Wednesday, July 16, 2014

The Thinking/Writing Cure

At 1:30 a.m. I was wrested from my dreams by an insistently barking Pomeranian who just turned 14, which makes him quite an elderly canine.

Alfie, a master communicator, had something to tell me relating to business that was not completed during his failed late night walk with HOBB.

There had been a torrential downpour and Alfie is a bit of a prima donna, so he stubbornly sat in the lobby of the Urban Bungalow, not wishing to sully his perfect blond coat.

In the middle of the night he realized the error of his ways and improvised in the bathroom. A neat freak, he needed me to know.

That is how I found myself wide away shortly after midnight, though I spent a futile hour trying to will myself back to sleep. I should not have even bothered. With a resolute tossing back of the blankets, I bounded out of bed and began my workday around 3 a.m.

Through I did grouse and call Alfie some choice names, though I even felt sorry for myself initially, the minute I sat down in front of my computer, I was reminded of the advantages of working in the middle of the night, when the distractions of the world fall away.

And of something else: the easy flow of ideas when sleep has allowed my mind to loosen its familiar bonds.

So I've been up and working for hours. Seeing me online, Big Babe in Berlin sent me a Skype invitation and we had a lovely chat. A few clients were up as well and emails were exchanged. I took care of wedding details and of last-minute arrangements for Middle Babe's Bridal Shower this weekend. I got a jumpstart on the news from Israel, the latest chapter in an ongoing existential saga, as old as the Bible.

And I've been thinking of this time before the marriage of my middle child, of what such a union means, of the idea of a lifelong love relationship, of her beautiful bond with her Gentleman Caller -- soon to be my son-in-law.

I've been thinking of what it means to have raised a child who now believes in marriage, against statistical evidence that we are in a post-marital era, or at least a marriage-optional era.

I've been thinking of what it means to be a modern mother of the bride, of my role in supporting my daughter as she plans her wedding in an admirable hands-on way, of the hard work that happened -- during the day as well as the middle of the night -- to enable this wedding.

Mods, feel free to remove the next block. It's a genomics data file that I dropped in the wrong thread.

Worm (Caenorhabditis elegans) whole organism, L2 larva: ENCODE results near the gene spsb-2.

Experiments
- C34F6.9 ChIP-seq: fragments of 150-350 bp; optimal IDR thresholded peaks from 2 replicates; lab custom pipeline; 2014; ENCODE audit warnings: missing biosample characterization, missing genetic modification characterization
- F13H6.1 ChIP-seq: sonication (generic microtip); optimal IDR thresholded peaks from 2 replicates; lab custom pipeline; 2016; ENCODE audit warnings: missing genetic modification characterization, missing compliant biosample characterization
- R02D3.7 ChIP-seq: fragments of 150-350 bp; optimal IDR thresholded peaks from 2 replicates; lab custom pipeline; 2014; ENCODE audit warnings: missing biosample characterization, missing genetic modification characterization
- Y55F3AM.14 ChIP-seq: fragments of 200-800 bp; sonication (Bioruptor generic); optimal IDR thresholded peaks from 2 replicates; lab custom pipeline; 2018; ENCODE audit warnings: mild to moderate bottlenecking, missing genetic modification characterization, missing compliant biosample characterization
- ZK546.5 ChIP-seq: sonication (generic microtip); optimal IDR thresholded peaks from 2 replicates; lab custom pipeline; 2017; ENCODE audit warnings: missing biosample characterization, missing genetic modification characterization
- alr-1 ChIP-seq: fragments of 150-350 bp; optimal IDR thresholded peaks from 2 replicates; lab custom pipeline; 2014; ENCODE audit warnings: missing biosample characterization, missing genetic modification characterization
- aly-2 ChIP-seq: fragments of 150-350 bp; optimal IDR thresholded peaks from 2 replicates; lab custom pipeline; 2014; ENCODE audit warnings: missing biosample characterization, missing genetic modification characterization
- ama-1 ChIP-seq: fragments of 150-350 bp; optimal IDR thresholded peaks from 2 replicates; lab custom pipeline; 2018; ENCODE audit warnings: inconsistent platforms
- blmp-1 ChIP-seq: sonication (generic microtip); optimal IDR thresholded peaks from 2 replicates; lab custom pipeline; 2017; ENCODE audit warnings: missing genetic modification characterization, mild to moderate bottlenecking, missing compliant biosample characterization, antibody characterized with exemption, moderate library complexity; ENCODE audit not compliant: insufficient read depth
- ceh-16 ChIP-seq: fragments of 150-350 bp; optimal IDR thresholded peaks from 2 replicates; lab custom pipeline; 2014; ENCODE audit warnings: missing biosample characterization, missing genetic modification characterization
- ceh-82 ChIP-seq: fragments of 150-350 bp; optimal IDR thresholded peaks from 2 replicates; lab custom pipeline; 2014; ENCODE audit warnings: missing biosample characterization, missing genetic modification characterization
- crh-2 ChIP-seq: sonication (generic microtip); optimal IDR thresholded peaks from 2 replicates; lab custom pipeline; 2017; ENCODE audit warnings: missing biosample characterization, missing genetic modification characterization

There is pride in being able to provide for one's child.

And I know that Middle Babe feels proud of the hard work she has done, just as I gaze at her efforts with admiration and wonder. My daughter is no one's diva, no Disney Princess for a day. She has approached her wedding with the same determined focus with which she regards her challenging work at a non-profit organization.

She has inspired me throughout this year of planning, which had its difficult moments. With six weeks to go, we have drawn closer, united in purpose.

Wedding guests are correct to be touched by the fresh, hopeful love and dreams of a bride and groom.

Beyond the details of the day -- flowers, food, the choice of music, the venue, the colors of the bridal party -- there is the fact of an important new venture being launched, two people pledging their love and loyalty for life, forming a fortress for one another in an often-inhospitable world.

As the sun rises over Morningside Heights, it strikes me that the most enduring monument one can build in this world is a home which is a sanctuary with gates that open to the great outdoors and a private footpath for the master and mistress of the manor which leads to their inner sanctum, their holy of holies.

1 comment:

Rebecca Einstein Schorr said...

So beautiful. Such love you have for Middle Babe. Gentleman Caller is lucky to be getting you as a mother.